All that said, this doesn't amount to any argument for abstaining from electoral politics. It's almost always been the case that, once elected, governments tend to hew to more conservative positions, for a variety of understandable reasons. As opposed to being in opposition, there are suddenly real consequences -- and costs -- to their positions and decisions. This is why clear ideological positions, solid intra-party-democracy, activist voices within -- and without -- parties, independent, critical, and investigative media, activist NGO's, etc. are all required to continue to hold a government's feet to the fire in terms of their positions and promises. Thus, it ever was.  It may be a surprise for Wysocki to discover this, but it's no argument against elections.

Voting Systems

As Wysocki points out, there are many political flaws in Nova Scotia, Canada, the United States, and other jurisdictions. Some of the best functioning governments (by no coincidence, social democratic ones) are in the Nordic countries. There are many issues here, and many ways in which good intentions can go off the rails, however, in a Canadian context, one of the chief ones is that we (along with the United States and Great Britain) are amongst the few states in the developed world that still employ the antiquated and dysfunctional First-Past-The Post (FPTP) electoral system that leads to erratic and unpredictable outcomes, and actively discourages political cooperation. Virtually everywhere else in the developed world (an increasingly in the developing world) states are using some version of Proportional Representation (PR).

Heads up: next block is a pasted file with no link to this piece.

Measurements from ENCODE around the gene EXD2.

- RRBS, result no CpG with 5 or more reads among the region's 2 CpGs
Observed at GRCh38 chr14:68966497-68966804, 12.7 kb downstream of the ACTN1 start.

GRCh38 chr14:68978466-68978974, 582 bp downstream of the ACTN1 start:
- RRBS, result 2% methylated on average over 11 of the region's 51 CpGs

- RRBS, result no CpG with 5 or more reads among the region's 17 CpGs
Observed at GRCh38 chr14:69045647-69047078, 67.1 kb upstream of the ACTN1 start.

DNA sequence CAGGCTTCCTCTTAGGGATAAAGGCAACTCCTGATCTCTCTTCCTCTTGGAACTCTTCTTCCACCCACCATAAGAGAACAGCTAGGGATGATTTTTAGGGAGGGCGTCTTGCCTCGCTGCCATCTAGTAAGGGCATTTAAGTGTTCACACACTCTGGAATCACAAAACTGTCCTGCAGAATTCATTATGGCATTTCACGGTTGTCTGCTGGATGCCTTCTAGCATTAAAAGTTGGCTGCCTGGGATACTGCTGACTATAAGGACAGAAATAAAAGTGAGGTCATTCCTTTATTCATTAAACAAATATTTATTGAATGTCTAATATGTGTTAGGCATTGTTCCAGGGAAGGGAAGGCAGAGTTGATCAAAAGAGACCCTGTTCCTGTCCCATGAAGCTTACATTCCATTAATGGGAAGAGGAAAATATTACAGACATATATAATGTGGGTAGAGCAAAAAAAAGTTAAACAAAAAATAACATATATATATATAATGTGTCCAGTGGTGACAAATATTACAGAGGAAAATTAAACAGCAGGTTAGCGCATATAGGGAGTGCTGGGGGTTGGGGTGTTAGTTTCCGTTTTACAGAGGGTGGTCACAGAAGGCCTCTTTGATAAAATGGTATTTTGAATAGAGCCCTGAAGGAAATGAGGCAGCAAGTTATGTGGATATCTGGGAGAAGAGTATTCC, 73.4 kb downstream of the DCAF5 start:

This isn't the place for an extended discussion of electoral systems (see my article Canadian political calculus: Zero-sum or win-win for an in-depth discussion of the topic.). Suffice it to say that proportional electoral systems lead to governments where every vote counts and where there are tangible incentives for cross-party political cooperation. There are seldom majority governments and representatives of different parties must form coalitions in which policies and actions are determined through cooperation, consensus, and sometimes difficult and even acrimonious debate. It's tough political work, in which a much greater swath of the electorate has representatives at the table, and it leads to much better governance and political "buy-in" from the citizenry.

Rather than use the shortcomings of FPTP as an excuse to opt-out of electoral politics, a much better and more productive position is to use this as an impetus to reform the electoral and political systems. And political reform needs to extend to many other areas such as uni-cameral versus bi-cameral parliamentary systems (i.e., abolition of an appointed Senate), election financing, reforms to the standing orders of Parliament, curbing prime-ministerial power and that of the PMO, etc.

Capitalism versus Communism

Wysocki may wish to believe that the only choices available to us are the un-mitigated greed of corporate capitalism or the monolithic state capitalism of communism, however there are other -- and better -- alternatives.